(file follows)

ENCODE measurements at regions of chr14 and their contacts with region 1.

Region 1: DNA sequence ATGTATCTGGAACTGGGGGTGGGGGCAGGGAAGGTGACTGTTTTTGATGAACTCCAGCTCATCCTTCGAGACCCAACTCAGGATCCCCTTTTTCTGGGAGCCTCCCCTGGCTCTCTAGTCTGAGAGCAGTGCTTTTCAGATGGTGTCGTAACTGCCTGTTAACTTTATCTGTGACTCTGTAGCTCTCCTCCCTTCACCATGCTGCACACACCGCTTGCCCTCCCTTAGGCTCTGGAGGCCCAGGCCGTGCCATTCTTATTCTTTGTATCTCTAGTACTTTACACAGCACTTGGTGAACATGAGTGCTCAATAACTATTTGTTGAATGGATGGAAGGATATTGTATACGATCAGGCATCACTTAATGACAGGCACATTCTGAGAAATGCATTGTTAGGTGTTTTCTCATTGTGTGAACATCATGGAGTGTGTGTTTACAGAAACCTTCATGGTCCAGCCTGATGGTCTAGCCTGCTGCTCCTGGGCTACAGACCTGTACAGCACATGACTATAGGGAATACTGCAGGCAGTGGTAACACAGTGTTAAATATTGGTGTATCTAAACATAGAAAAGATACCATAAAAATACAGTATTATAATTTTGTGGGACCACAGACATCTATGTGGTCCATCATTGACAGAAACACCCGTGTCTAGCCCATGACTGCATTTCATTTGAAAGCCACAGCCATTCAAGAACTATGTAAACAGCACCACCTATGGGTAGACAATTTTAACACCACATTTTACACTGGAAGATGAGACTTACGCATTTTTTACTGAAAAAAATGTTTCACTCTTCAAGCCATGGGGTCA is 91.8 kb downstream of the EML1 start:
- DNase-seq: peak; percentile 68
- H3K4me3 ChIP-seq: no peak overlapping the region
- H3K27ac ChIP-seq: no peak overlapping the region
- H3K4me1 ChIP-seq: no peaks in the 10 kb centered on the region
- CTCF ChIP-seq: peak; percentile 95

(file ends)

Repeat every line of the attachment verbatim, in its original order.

ENCODE measurements at regions of chr14 and their contacts with region 1.

Region 1: DNA sequence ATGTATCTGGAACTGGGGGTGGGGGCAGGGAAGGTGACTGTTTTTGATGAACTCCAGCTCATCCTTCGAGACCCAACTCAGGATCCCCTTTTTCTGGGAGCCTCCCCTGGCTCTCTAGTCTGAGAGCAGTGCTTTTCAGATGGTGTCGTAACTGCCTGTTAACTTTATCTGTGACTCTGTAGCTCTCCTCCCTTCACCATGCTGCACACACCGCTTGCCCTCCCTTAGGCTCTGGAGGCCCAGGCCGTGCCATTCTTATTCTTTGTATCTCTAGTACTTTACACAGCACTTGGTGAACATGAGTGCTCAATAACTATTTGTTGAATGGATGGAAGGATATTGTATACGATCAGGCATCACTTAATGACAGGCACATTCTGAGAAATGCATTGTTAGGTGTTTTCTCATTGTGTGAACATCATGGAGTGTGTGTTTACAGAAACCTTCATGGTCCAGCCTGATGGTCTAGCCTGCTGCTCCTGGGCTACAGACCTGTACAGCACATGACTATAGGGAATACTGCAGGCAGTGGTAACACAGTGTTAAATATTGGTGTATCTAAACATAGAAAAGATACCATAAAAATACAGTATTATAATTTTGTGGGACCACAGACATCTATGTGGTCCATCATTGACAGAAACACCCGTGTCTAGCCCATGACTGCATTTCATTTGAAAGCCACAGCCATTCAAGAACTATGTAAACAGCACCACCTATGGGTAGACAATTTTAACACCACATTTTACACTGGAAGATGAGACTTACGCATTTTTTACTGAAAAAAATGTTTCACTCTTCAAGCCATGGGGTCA is 91.8 kb downstream of the EML1 start:
- DNase-seq: peak; percentile 68
- H3K4me3 ChIP-seq: no peak overlapping the region
- H3K27ac ChIP-seq: no peak overlapping the region
- H3K4me1 ChIP-seq: no peaks in the 10 kb centered on the region
- CTCF ChIP-seq: peak; percentile 95